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  • Author or Editor: Jamal Malik x
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In: Religion Past and Present Online
Revised, Enlarged and Updated Second Edition
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Islam in South Asia: Revised, Enlarged and Updated Second Edition traces the roots and development of Muslim presence in South Asia. Trajectories of normative notions of state-building and the management of diversity are elaborated in four clusters, augmented by topical subjects in excursuses and annexes offering an array of Muslim voices. The enormous time span from 650 to 2019 provides for a comprehensive and plural canvas of the religious self-presentation of South Asian Muslims. Making use of the latest academic works and historical materials, including first-hand accounts ranging from official statements to poetry, Malik convincingly argues that these texts provide sufficient evidence to arrive at an interpretation of quite a different character. With major and substantial revisions, changes, abridgements and additions follow the academic literature produced during the last decades.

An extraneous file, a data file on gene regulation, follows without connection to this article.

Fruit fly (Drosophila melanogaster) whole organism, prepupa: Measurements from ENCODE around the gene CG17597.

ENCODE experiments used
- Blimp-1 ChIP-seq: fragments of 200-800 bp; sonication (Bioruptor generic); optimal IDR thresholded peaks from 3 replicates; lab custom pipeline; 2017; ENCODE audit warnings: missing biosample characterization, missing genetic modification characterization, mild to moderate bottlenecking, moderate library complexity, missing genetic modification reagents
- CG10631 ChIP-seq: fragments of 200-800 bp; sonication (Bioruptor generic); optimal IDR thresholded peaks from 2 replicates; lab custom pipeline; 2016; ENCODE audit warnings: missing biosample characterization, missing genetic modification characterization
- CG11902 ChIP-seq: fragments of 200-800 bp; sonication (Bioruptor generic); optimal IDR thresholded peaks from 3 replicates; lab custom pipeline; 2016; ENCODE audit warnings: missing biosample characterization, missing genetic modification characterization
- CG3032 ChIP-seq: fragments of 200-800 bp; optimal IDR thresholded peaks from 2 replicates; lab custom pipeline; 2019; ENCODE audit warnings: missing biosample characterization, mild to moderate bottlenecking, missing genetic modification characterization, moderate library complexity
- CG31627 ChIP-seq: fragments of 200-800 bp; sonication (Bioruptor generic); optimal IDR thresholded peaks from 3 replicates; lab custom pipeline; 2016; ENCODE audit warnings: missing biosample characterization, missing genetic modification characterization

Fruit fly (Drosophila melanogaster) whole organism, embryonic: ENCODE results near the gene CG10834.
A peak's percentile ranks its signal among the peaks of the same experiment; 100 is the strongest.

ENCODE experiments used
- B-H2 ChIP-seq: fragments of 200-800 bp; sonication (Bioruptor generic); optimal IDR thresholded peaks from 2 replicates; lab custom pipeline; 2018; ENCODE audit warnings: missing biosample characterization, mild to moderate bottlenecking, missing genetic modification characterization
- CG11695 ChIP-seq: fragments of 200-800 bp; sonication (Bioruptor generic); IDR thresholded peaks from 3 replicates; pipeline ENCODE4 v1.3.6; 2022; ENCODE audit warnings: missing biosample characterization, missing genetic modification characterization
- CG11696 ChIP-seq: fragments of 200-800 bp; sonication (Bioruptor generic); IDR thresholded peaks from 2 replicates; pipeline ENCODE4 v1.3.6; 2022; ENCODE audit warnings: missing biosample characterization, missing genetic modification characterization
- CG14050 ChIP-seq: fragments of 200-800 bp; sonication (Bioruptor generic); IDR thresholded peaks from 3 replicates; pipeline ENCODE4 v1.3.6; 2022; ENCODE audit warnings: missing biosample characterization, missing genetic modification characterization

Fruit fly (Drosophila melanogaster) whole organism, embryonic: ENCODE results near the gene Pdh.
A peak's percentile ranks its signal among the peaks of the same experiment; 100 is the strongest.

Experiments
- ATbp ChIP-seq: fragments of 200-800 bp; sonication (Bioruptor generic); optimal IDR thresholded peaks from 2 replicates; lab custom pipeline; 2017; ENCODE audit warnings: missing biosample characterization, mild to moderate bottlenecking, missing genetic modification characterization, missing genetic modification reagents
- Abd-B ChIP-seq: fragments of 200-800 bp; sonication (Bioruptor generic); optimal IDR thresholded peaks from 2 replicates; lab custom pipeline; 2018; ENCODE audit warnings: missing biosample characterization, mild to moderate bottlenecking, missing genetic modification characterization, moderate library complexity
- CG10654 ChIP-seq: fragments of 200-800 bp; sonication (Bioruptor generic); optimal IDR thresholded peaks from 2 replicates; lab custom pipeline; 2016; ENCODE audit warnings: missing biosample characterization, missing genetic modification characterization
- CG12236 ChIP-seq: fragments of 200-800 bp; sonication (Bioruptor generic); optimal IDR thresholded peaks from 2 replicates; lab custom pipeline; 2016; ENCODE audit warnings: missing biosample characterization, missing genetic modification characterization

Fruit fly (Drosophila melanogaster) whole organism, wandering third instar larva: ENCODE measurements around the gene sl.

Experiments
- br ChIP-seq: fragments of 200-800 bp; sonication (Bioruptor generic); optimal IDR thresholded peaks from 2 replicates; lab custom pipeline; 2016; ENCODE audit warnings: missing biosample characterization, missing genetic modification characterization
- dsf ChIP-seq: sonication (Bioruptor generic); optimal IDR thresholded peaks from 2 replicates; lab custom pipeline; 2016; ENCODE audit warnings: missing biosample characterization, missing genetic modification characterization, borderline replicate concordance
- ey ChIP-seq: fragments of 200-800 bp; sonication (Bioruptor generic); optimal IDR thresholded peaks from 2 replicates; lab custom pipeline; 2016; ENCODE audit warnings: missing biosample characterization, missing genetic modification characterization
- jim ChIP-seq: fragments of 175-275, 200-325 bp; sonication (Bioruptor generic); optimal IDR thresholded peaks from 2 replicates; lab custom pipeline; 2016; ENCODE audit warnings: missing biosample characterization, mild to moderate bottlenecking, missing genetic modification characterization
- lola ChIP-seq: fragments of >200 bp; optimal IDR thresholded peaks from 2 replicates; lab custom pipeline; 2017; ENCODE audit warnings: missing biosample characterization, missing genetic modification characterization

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Abstract

One major proponent of anti-Sufi discourse seems to be Sayyid Ahmad Khan (1817–1898), the intellectual giant in Muslim South Asia who had a tremendous bearing on Muslim culture and politics in 19th and 20th century India. He is known for his new approach in Urdu historiography, his rationalism and also his Sufi-bashing. Although he wrote quite a bit against traditional Sufism and its practices in British India, thereby silencing and seeking to obliterate Islamic mysticism, his writings nevertheless resonate with Sufi terminology and deliberations harking back to the concept of Tahdhib al-Akhlaq—in Sufi parlance, controlling the carnal self (nafs) by means of reason and in the traditional ashraf culture, the cultivation of man through manners and etiquette. The chapter argues that in his writing in response to European critique, his Muslim ashrafi civility and modernism displayed Sufi traits that can be read as remnants of path dependencies derived from the archives of the self. In doing so, it revisits some of his major contributions such as his “Wahhabi” writings before 1857, the exegesis of the Bible entitled Tabyin al-Kalam (1863ff) and the Urdu journal Tahdhib al-Akhlaq, which he launched in 1870. This ashrafi civility is compounded by some dreams which Sayyid Ahmad Khan narrated to his biographer in his old age, around 1890. Consequently, his Sufi amnesia, strategically employed to silence Sufi accounts, is enmeshed in structural mimesis, such as meticulously following the 19th century natural sciences, and imaginative anamnesis or the remembrance and visualization of the Sufi shaykh, namely the Prophet.

In: Sufism East and West
In: Islamische Gelehrtenkultur in Nordindien